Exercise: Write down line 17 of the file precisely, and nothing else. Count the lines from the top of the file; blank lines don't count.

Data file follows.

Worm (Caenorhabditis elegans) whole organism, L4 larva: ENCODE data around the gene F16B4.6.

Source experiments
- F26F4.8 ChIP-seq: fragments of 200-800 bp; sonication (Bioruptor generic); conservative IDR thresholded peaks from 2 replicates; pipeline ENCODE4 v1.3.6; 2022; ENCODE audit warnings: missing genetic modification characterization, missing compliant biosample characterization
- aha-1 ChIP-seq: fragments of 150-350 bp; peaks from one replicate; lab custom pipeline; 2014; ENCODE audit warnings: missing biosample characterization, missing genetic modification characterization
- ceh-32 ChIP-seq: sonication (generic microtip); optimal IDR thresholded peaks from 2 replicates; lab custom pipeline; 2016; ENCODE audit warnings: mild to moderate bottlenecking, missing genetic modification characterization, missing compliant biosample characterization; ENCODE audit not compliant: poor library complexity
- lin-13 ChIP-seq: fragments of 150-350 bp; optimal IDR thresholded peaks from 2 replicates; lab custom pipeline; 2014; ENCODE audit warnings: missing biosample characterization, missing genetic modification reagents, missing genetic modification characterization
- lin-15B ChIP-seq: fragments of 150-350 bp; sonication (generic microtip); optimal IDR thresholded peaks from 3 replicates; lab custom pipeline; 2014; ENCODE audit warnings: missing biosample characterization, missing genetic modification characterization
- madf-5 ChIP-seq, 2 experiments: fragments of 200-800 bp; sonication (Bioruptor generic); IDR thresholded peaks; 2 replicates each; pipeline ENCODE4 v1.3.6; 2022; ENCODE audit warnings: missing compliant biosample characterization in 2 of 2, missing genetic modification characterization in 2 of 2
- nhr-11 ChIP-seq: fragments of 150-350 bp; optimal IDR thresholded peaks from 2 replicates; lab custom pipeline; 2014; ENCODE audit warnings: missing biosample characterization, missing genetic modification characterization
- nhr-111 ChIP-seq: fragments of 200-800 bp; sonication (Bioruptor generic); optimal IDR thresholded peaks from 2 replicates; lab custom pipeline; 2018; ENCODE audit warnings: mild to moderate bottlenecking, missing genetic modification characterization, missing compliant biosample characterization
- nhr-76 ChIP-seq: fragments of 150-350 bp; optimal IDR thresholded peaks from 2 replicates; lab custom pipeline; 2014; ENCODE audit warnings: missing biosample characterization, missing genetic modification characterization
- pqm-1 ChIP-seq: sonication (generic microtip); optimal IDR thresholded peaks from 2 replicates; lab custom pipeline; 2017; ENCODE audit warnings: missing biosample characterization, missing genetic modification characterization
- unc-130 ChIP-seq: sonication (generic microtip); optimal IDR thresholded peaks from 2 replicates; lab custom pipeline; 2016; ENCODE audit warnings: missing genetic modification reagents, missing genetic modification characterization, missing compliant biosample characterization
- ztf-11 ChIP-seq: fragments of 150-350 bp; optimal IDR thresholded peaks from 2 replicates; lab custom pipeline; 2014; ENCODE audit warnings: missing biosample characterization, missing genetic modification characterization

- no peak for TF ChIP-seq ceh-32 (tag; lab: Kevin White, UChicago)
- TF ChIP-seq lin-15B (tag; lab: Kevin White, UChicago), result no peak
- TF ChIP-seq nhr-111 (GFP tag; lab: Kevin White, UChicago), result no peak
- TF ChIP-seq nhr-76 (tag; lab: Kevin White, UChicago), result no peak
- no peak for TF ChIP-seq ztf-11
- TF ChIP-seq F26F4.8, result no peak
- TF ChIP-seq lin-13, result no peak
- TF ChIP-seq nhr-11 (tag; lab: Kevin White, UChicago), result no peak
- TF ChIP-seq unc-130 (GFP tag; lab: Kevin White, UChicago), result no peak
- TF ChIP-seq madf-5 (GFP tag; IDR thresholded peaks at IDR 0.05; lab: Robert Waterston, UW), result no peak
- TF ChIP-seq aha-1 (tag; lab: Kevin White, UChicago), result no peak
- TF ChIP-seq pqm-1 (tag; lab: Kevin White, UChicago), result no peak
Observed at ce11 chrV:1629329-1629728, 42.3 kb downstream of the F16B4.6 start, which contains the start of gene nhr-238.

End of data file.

- TF ChIP-seq nhr-111 (GFP tag; lab: Kevin White, UChicago), result no peak